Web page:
A former Twitter employee who accessed the confidential data of Saudi Arabia’s royal family’s “users of interest” in exchange for bribes was sentenced Thursday to three and a half years in federal prison.
Ahmad Abouammo, 45, was convicted in August of acting as an unregistered agent of a foreign government, international money laundering and falsifying records in a federal investigation, according to the U.S. Attorney’s Office United States of the Northern District of California. He was acquitted of multiple counts of wire fraud and honest services fraud.
“This case revealed that foreign governments will bribe insiders to obtain user information collected and stored by our Silicon Valley social media companies,” the US agent said. Stephanie M. Hinds said in a statement.
Abouammo, formerly of Walnut Creek, Calif., and later a resident of Seattle, had been employed at Twitter as manager of media partnerships for the Middle East and North Africa.
In late 2014, he began accepting bribes from a Saudi official in exchange for accessing and providing data on Twitter users who were dissidents and critics of the country, officials said.
Saudi Arabia has handed down decades-long prison sentences for social media comments in its crackdown on dissent, sparking a widespread backlash over human rights abuses, particularly after Saudi security agents in 2018 killed the columnist for Washington Post Jamal Khashoggi, who had written critically about the Saudi Crown. Prince Mohammed bin Salman.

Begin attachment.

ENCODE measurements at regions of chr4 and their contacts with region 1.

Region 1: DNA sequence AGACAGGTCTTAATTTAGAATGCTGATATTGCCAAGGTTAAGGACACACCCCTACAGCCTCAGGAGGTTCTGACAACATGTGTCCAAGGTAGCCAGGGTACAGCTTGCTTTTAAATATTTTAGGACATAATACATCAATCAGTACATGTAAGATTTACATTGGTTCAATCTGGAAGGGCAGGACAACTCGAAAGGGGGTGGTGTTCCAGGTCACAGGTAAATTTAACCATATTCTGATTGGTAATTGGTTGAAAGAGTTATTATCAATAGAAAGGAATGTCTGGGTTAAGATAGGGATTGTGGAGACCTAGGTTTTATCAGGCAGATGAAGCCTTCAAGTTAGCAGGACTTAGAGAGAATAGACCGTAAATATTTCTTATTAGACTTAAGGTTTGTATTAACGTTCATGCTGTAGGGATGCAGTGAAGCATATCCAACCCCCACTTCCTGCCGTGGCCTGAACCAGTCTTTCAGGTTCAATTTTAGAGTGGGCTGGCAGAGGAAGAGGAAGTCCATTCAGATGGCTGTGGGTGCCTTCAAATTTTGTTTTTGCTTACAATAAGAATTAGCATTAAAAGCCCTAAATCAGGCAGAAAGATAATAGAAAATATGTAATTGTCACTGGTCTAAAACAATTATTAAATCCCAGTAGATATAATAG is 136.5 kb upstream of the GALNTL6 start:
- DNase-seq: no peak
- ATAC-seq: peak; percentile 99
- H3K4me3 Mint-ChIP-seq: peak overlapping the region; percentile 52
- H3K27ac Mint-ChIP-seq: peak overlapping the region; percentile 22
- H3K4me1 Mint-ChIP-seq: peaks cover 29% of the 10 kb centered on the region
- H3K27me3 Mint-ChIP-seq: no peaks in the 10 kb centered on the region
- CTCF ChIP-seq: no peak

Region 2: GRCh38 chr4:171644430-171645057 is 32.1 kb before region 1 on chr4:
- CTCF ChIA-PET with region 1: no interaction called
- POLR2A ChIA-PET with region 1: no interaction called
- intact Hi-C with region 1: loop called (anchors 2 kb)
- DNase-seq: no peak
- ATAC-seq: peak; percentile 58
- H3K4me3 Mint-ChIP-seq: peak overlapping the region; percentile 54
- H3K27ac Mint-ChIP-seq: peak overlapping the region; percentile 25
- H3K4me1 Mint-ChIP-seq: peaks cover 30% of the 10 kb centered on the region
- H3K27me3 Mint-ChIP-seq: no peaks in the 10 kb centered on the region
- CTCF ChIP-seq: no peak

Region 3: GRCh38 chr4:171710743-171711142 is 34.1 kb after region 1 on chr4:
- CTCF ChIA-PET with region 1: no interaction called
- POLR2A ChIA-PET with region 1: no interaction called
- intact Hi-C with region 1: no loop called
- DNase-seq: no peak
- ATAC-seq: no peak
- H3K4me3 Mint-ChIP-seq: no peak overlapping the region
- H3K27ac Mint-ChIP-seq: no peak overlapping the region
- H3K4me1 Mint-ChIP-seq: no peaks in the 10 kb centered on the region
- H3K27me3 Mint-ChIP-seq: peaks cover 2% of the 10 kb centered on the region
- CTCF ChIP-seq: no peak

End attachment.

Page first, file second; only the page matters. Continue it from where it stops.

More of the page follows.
Federal prosecutors said the Saudi official who met with Abouammo gave him a luxury Hublot watch in London in December 2014. Abouammo then offered the watch for sale on Craigslist for $42,000.
After the meeting, Abouammo began repeatedly accessing information from Twitter accounts, “at least one of which was the account of an influential user who was critical of members of the Saudi royal family and the KSA. [Kingdom of Saudi Arabia] government,” prosecutors wrote.
The official who met with Abouammo was the “head of a ‘private office’ of a member of the royal family” who was minister of state at the time and rose to become defense minister and deputy crown prince , prosecutors said.
After the meeting in London, Abouammo continued to communicate with the Saudi official about the “influential critical account” and others, according to the US attorney’s office.
In 2015, a bank account was opened in Lebanon in the name of Abouammo’s father shortly after Abouammo had traveled there. The account then received a $100,000 deposit from the Saudi official.
“Abouammo laundered the money by sending it to the United States in small wire transfers with false descriptions,” prosecutors said.
Another $100,000 was deposited into the account shortly after Abouammo left Twitter.
When questioned by the FBI about the transactions, Abouammo provided a false invoice for one of the payments, prosecutors said.
Abouammo was arrested in November 2019.
“Mr. Abouammo violated the trust placed in him to protect the privacy of people living in the United States by giving their personal information to a foreign power for profit,” Assistant Atty. Gen. Matthew G. Olsen of the Department of Justice’s Homeland Security Division said in the statement.